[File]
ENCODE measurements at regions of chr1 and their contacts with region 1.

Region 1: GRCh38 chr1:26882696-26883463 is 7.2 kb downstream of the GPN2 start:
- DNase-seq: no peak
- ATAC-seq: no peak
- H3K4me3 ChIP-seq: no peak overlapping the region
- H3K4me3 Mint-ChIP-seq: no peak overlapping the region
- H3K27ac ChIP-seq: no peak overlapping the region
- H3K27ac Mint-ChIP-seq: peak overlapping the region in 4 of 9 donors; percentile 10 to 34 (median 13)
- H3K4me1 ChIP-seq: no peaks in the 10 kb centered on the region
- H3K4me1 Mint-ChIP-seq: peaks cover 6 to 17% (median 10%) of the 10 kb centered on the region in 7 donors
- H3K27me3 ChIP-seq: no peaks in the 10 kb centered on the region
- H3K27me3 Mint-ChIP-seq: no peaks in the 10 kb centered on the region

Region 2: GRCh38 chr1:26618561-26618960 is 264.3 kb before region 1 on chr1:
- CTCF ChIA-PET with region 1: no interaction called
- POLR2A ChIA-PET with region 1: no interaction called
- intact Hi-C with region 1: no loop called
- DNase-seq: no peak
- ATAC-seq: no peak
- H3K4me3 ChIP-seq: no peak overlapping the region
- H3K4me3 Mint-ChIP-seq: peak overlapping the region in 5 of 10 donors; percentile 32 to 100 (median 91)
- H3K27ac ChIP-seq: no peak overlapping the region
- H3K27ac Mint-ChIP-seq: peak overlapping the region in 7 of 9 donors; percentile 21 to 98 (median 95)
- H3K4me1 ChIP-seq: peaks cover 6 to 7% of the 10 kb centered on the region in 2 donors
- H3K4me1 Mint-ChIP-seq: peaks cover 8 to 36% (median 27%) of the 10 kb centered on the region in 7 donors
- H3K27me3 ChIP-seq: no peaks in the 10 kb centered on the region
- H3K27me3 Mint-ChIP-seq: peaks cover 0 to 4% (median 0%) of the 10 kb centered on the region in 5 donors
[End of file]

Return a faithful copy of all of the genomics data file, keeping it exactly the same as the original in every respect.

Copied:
ENCODE measurements at regions of chr1 and their contacts with region 1.

Region 1: GRCh38 chr1:26882696-26883463 is 7.2 kb downstream of the GPN2 start:
- DNase-seq: no peak
- ATAC-seq: no peak
- H3K4me3 ChIP-seq: no peak overlapping the region
- H3K4me3 Mint-ChIP-seq: no peak overlapping the region
- H3K27ac ChIP-seq: no peak overlapping the region
- H3K27ac Mint-ChIP-seq: peak overlapping the region in 4 of 9 donors; percentile 10 to 34 (median 13)
- H3K4me1 ChIP-seq: no peaks in the 10 kb centered on the region
- H3K4me1 Mint-ChIP-seq: peaks cover 6 to 17% (median 10%) of the 10 kb centered on the region in 7 donors
- H3K27me3 ChIP-seq: no peaks in the 10 kb centered on the region
- H3K27me3 Mint-ChIP-seq: no peaks in the 10 kb centered on the region

Region 2: GRCh38 chr1:26618561-26618960 is 264.3 kb before region 1 on chr1:
- CTCF ChIA-PET with region 1: no interaction called
- POLR2A ChIA-PET with region 1: no interaction called
- intact Hi-C with region 1: no loop called
- DNase-seq: no peak
- ATAC-seq: no peak
- H3K4me3 ChIP-seq: no peak overlapping the region
- H3K4me3 Mint-ChIP-seq: peak overlapping the region in 5 of 10 donors; percentile 32 to 100 (median 91)
- H3K27ac ChIP-seq: no peak overlapping the region
- H3K27ac Mint-ChIP-seq: peak overlapping the region in 7 of 9 donors; percentile 21 to 98 (median 95)
- H3K4me1 ChIP-seq: peaks cover 6 to 7% of the 10 kb centered on the region in 2 donors
- H3K4me1 Mint-ChIP-seq: peaks cover 8 to 36% (median 27%) of the 10 kb centered on the region in 7 donors
- H3K27me3 ChIP-seq: no peaks in the 10 kb centered on the region
- H3K27me3 Mint-ChIP-seq: peaks cover 0 to 4% (median 0%) of the 10 kb centered on the region in 5 donors